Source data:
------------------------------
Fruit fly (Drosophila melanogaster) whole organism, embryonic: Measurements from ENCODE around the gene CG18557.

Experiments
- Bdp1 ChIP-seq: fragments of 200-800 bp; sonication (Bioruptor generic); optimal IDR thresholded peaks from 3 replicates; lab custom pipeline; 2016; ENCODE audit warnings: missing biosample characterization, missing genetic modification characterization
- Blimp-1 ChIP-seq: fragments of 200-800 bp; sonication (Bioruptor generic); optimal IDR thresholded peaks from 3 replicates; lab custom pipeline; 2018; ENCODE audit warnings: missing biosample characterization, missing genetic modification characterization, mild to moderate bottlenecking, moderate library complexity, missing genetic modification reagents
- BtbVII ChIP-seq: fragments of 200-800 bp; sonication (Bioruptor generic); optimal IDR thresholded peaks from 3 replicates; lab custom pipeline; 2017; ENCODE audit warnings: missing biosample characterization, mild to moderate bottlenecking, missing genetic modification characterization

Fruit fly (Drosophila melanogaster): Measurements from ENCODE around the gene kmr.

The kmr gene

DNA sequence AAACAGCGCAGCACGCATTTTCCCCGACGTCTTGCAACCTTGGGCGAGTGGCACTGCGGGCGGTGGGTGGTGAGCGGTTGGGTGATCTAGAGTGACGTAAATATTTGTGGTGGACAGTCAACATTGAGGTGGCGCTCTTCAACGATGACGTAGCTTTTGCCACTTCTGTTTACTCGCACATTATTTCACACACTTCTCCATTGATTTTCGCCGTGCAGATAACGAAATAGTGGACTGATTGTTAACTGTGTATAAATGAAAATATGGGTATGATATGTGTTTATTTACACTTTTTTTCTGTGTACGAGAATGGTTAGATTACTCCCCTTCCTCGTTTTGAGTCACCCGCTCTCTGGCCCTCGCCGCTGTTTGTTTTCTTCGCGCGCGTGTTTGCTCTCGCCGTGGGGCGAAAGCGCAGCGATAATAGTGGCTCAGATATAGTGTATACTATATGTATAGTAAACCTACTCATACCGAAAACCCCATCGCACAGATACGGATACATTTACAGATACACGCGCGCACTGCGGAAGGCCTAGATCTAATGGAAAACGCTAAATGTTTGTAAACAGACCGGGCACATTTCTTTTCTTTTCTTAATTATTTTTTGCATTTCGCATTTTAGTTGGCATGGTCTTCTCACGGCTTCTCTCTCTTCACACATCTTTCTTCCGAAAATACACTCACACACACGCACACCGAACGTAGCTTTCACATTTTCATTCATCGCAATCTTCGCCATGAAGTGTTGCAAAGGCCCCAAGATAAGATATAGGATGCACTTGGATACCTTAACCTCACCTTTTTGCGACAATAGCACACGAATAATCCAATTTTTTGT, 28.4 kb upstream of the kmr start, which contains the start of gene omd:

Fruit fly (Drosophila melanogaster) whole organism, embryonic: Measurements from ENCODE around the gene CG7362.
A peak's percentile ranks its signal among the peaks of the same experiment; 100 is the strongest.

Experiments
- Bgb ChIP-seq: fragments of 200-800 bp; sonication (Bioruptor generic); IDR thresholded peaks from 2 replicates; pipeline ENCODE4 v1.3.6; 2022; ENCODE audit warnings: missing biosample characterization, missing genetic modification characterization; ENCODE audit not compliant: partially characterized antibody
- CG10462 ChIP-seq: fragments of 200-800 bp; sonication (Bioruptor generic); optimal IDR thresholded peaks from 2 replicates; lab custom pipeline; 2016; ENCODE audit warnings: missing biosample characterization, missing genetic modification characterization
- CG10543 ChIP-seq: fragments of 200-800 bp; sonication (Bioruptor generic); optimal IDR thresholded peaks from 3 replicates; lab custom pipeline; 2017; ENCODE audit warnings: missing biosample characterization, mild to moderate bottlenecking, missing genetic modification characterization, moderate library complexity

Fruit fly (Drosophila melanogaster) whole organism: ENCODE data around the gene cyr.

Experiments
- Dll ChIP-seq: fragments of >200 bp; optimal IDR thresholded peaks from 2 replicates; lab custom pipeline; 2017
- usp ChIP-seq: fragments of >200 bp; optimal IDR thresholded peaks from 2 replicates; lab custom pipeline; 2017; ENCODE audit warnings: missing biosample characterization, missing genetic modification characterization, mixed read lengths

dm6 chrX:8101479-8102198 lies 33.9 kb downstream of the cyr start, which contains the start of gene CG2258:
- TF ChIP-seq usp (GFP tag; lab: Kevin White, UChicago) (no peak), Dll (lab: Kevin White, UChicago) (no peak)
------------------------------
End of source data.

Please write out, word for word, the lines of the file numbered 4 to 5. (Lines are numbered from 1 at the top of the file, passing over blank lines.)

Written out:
- Blimp-1 ChIP-seq: fragments of 200-800 bp; sonication (Bioruptor generic); optimal IDR thresholded peaks from 3 replicates; lab custom pipeline; 2018; ENCODE audit warnings: missing biosample characterization, missing genetic modification characterization, mild to moderate bottlenecking, moderate library complexity, missing genetic modification reagents
- BtbVII ChIP-seq: fragments of 200-800 bp; sonication (Bioruptor generic); optimal IDR thresholded peaks from 3 replicates; lab custom pipeline; 2017; ENCODE audit warnings: missing biosample characterization, mild to moderate bottlenecking, missing genetic modification characterization